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How to Keep Your Long-Distance Relationship Afloat

Whether it’s 30 minutes away or across the world, long-distance is long-distance. Having the skills to keep that relationship going is hard. But, my relationship is living proof that long-distance is possible.

Alexis Carey

November 20, 2020

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Are you and your significant other approaching or already in a long-distance relationship? Whether it’s 30 minutes away or across the world, long-distance is long-distance. Having the skills to keep that relationship going is hard. But, my relationship is living proof that long-distance is possible.


What May Seem Like ‘Couple Goals’ May Not Be That Easy:

 

My boyfriend and I started dating in high school through our best friends. Then college came, and everything changed. I always knew that I wanted to stay with him through college, and I trusted that he wanted the same. But, I had to go through a mental shift to really change my perspective for this adult relationship to work.


Other People Always Have Something to Say.


There were so many people along the way who loved to insert their opinion about our relationship. They would say things like: 


  • “Long-distance relationships never work out”
  • “You shouldn’t hold each other back”
  • “He’ll find someone prettier than you (shoutout to my high school gym teacher!)”


I Found a Way to Tune It All Out.


I also tried putting my fate in the hands of Google. I read all sorts of articles about long-distance, but I found it told me information that I already knew. I was already prepared without even knowing. 

 

The first time we did long-distance was definitely hard. There’s no preparation for it; you are just dropped in it while life watches you either sink or swim. We’ve swum now for 5 years!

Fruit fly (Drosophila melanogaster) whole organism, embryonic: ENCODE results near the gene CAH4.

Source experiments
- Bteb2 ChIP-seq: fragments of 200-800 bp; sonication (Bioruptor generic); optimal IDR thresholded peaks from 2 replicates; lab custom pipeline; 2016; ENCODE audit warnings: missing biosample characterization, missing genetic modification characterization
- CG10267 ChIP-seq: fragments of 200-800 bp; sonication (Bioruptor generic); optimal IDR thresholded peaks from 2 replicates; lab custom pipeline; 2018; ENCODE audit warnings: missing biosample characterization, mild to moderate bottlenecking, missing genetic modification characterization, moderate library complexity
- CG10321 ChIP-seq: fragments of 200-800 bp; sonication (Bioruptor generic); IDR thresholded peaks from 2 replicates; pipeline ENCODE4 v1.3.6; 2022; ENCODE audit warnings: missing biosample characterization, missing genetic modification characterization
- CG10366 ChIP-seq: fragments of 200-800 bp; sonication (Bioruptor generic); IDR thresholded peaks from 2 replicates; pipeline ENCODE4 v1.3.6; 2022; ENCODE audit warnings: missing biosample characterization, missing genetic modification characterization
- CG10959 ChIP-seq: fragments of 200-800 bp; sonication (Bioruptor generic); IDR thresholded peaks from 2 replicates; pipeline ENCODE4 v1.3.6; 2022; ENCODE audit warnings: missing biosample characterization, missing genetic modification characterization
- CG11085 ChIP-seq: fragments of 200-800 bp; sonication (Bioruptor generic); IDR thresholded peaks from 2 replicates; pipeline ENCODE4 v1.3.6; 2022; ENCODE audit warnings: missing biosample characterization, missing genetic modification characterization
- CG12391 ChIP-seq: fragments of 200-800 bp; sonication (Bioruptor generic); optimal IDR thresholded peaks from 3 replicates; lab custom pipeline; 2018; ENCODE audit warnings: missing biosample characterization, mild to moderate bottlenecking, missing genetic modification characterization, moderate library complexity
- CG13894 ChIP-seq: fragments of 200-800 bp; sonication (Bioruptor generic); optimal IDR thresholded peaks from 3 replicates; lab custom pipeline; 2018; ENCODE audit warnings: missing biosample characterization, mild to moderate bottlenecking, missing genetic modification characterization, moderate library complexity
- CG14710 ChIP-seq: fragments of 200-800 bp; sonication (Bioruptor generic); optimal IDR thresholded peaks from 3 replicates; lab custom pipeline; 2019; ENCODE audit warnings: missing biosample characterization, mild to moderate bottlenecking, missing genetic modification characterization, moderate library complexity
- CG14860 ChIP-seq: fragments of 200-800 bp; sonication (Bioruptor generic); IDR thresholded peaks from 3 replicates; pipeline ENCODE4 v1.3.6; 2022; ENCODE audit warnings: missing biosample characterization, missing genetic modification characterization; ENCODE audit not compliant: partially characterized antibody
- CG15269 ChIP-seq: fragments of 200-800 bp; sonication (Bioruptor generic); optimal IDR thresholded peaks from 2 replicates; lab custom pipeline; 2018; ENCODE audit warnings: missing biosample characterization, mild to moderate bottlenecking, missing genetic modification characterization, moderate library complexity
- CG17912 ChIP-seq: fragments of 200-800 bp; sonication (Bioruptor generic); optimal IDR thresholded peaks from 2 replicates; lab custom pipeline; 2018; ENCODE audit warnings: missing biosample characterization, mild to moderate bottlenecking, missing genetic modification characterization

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Okay, Enough With Storytime. What Tips Do You Have to Help With Common Long-Distance Problems?

 

I have learned so much about things to do in a long-distance relationship. Now I want to help you. Here are some questions that you might find yourself asking about your relationship (and mine): 

 

Q: How Have You and Your Boyfriend Survived Being in a Long-Distance Relationship for So Long?

 

Communication! We never let issues build up. If we have a serious issue with something, we talk about it. Although every couple bickers once in a while, it’s super important not to dwell on the little things. Getting into big arguments about small things will take so much energy out of both sides.


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Q: How Do You Deal With the Criticism of Others in Your Relationship?

 

It is hard not to overthink a relationship when everyone around you tries to make you doubt it. Try to avoid these people as much as you can. If you can’t avoid it, like me with my high school gym teacher, try not to take their opinion to heart. They are expressing their preference, but it’s not their life!

 

Q: Should I Follow My Significant Other to College?

 

No and no! You should never follow your significant other to college. Being in a healthy relationship means you should take care of yourself. Having a strong sense of independence will help in the long run. Do not compromise anything of what you want, or that will lead to problems later down the road. You should embrace the distance! After all, “Distance means nothing when the person means everything (Warrior Olivia H).”


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Q: What Should I Look Out for That Could Cause Long-Distance Relationship Problems?

 

Trust and control. Trust is key to a long-distance relationship. If one person does not have it, things will go down south real quick. You need to trust that your S/O is faithful to you and only you. You need to trust that nothing else will happen when you are not around. That goes both ways.

 

You also need to be cautious of control within a relationship. It can cause a lot of long-distance relationship problems. Letting someone have too much control over you will not end up well. Common control issues in a long relationship can include:


  • Outfit restrictions
  • Knowing where the person is at all times
  • Control of who the person talks to (especially of the opposite sex)
  • Limiting the social interactions of the S/O


This might be a sign of an unhealthy relationship.

 

Don’t Force Something That Is Not There.

 

There are times that long-distance relationships can come to an end, whether it’s on a good or bad note. As Bebe Rexha said, “If it was meant to be, it will be.” If not, that’s okay. It’s a learning experience for both sides in finding what they want. The best relationships come when you are not trying to find one. For more information about long distance relationships, visit “8 Pieces of Advice that will go a Long Way in a Long Distance Relationship”. 


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